We’re all in agreement there: I want nothing more than to understand exactly how it is our cerebral organ accomplishes the impressive feats of locomotion, perception, homeostasis, and so on right up to consciousness and social cognition. Yet I’m a scientist and no matter what I write in my introduction I must measure something- and what I measure largely defines my explanatory scope. So what do Gallagher et al offer me?

 “The enactive interpretation is not simply a reinterpretation of what happens extra-neurally, out in the intersubjective world of action where we anticipate and respond to social affordances. More than this, it suggests a different way of conceiving brain function, specifically in non-representational, integrative and dynamical terms (see e.g., Hutto and Myin, in press).”

Ok, so I can’t talk about representations. Presumably we’ll call them “processes” or something like that. Whatever we call them, neurons are still doing something, and that something is important in producing behavior. Integrative- I’m not sure what that means, but I presume it means that whatever neurons do, they do it across sensory and cognitive modalities. Finally we come to dynamical- here is where it gets really tricky. Dynamical systems theory (DST) is an incredibly complex mathematical framework dealing with topology, fluid dynamics, and chaos theory. Can DST guide neuroscientific discovery?

This is a tough question. My own limited exposure to DST prevents me from making hard conclusions here. For now let’s set it aside- we’ll come back to this in a moment. First I want to get a better idea of how Gallagher et al characterize contemporary neuroscience, the source of this tension in Schillbach et al:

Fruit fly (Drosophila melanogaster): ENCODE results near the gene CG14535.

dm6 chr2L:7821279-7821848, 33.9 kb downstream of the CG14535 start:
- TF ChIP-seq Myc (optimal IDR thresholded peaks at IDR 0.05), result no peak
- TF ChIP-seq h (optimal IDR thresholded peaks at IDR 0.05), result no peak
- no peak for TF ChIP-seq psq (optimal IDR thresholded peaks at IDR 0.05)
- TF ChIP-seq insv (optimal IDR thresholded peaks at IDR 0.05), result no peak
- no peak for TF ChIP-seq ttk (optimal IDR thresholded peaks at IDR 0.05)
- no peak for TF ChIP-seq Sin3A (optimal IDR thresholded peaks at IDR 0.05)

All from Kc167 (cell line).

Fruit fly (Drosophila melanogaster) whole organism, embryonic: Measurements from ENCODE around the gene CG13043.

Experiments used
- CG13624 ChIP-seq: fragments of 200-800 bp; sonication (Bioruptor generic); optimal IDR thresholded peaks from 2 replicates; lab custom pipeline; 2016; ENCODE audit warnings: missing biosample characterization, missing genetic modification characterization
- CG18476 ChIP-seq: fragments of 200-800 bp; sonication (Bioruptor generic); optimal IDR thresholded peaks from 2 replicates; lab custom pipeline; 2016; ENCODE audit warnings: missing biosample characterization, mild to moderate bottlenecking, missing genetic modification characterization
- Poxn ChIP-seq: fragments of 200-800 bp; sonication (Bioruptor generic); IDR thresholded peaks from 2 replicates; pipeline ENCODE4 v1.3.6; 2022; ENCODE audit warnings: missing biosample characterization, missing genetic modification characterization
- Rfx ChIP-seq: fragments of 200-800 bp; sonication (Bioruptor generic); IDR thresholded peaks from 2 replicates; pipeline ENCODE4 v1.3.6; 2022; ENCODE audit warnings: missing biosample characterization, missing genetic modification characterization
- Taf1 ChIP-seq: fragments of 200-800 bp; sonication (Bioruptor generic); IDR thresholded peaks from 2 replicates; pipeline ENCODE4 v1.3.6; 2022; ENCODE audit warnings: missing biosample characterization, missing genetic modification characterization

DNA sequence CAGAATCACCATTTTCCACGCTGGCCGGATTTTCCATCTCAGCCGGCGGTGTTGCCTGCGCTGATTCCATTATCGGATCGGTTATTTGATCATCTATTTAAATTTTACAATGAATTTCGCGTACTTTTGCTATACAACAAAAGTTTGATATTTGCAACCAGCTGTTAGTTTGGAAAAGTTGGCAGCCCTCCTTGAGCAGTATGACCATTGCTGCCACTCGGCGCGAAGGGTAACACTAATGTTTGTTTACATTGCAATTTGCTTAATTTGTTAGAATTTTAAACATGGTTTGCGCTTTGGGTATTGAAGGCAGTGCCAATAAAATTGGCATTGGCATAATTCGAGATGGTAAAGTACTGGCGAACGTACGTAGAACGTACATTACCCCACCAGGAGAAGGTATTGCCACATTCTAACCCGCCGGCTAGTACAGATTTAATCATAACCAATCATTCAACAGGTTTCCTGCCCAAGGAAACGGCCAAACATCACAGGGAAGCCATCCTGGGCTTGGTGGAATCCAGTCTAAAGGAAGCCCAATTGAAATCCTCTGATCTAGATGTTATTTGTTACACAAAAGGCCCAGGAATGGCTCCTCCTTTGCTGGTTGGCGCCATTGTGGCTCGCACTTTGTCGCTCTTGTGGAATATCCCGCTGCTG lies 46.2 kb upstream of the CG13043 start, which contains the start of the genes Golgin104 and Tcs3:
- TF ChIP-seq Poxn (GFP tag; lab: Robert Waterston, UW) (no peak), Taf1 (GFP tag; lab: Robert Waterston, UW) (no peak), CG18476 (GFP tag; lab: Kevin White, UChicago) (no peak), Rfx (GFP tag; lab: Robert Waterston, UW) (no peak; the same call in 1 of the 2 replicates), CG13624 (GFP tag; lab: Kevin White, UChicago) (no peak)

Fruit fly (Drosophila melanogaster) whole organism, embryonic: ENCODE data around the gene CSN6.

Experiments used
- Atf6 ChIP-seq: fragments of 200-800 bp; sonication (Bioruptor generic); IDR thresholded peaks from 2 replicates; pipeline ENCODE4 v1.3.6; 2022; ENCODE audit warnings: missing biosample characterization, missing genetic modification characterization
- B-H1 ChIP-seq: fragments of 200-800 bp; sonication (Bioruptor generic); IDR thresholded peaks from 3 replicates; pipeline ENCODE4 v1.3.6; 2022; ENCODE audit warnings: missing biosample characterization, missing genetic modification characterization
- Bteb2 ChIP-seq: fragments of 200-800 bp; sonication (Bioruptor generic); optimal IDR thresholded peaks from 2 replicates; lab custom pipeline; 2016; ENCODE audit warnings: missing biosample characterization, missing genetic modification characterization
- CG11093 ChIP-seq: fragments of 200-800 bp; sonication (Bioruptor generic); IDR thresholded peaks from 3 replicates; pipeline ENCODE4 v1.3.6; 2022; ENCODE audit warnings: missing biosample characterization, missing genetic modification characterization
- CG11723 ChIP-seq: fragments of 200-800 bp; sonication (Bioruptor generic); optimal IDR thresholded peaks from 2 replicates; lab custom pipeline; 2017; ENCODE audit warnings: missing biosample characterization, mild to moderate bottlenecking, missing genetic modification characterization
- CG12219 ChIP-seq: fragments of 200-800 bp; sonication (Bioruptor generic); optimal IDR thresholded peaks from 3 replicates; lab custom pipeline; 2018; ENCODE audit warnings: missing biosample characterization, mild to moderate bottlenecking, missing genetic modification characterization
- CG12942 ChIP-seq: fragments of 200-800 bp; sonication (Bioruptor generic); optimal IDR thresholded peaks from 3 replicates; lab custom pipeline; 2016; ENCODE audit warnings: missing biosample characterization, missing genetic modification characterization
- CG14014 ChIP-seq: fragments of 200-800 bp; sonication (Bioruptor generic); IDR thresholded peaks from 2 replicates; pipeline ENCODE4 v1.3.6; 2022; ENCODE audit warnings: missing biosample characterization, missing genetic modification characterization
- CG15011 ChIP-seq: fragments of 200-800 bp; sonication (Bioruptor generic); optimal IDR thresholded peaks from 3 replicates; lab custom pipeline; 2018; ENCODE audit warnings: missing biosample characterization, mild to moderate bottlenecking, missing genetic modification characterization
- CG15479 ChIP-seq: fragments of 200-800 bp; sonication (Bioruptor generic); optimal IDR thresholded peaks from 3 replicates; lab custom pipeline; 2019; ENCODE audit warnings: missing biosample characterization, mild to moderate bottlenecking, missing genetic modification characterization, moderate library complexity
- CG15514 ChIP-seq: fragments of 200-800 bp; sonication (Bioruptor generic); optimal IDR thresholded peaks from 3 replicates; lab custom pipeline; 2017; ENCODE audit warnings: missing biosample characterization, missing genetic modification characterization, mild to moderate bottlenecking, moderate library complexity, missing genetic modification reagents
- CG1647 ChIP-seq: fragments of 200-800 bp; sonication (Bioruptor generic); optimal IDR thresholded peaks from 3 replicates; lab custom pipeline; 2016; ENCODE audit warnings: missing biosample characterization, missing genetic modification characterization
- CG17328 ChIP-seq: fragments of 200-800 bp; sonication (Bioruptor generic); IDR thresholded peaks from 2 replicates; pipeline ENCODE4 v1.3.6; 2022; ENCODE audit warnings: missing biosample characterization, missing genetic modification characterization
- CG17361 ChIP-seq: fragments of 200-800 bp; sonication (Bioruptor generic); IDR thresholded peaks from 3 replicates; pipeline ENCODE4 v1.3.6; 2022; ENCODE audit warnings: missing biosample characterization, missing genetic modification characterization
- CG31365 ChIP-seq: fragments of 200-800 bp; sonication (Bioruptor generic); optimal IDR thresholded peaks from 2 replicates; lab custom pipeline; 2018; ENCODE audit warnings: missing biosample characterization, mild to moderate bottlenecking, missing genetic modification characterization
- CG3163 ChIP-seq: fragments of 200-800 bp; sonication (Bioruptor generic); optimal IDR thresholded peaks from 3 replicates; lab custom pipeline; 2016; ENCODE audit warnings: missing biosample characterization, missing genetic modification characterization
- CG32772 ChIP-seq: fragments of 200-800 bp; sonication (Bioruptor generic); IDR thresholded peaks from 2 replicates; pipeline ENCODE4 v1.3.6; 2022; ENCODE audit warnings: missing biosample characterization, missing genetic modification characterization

Functional MRI technology goes hand in hand with orthodox computational models. Standard use of fMRI provides an excellent tool to answer precisely the kinds of questions that can be asked within this approach. Yet at the limits of this science, a variety of studies challenge accepted views about anatomical and functional segregation (e.g., Shackman et al. 2011; Shuler and Bear 2006), the adequacy of short-term task- based fMRI experiments to provide an adequate conception of brain function (Gonzalez-Castillo et al. 2012), and individual differences in BOLD signal activation in subjects performing the same cognitive task (Miller et al. 2012). Such studies point to embodied phenomena (e.g., pain, emotion, hedonic aspects) that are not appropriately characterized in representational terms but are dynamically integrated with their central elaboration.

Claim one is what I’ve just argued above, that fMRI and similar tools presuppose computational cognitivism. What follows I feel is a mischaracterization of cognitive neuroscience. First we have the typical bit about functional segregation being extremely limited. It surely is and I think most neuroscientists today would agree that segregation is far from the whole story of the brain. Which is precisely why the field is undeniably and swiftly moving towards connectivity and functional integration, rather than segregation. I’d wager that for a few years now the majority of published cogneuro papers focus on connectivity rather than blobology.

Next we have a sort of critique of the use of focal cognitive tasks. This almost seems like a critique of science itself; while certainly not without limits, neuroscientists rely on such tasks in order to make controlled assessments of phenomena. There is nothing a priori that says a controlled experiment is necessarily cognitivist anymore so than a controlled physics experiment must necessarily be Newtonian rather than relativistic. And again, I’d characterize contemporary neuroscience as being positively in love with “task-free” resting state fMRI. So I’m not sure at what this criticism is aimed.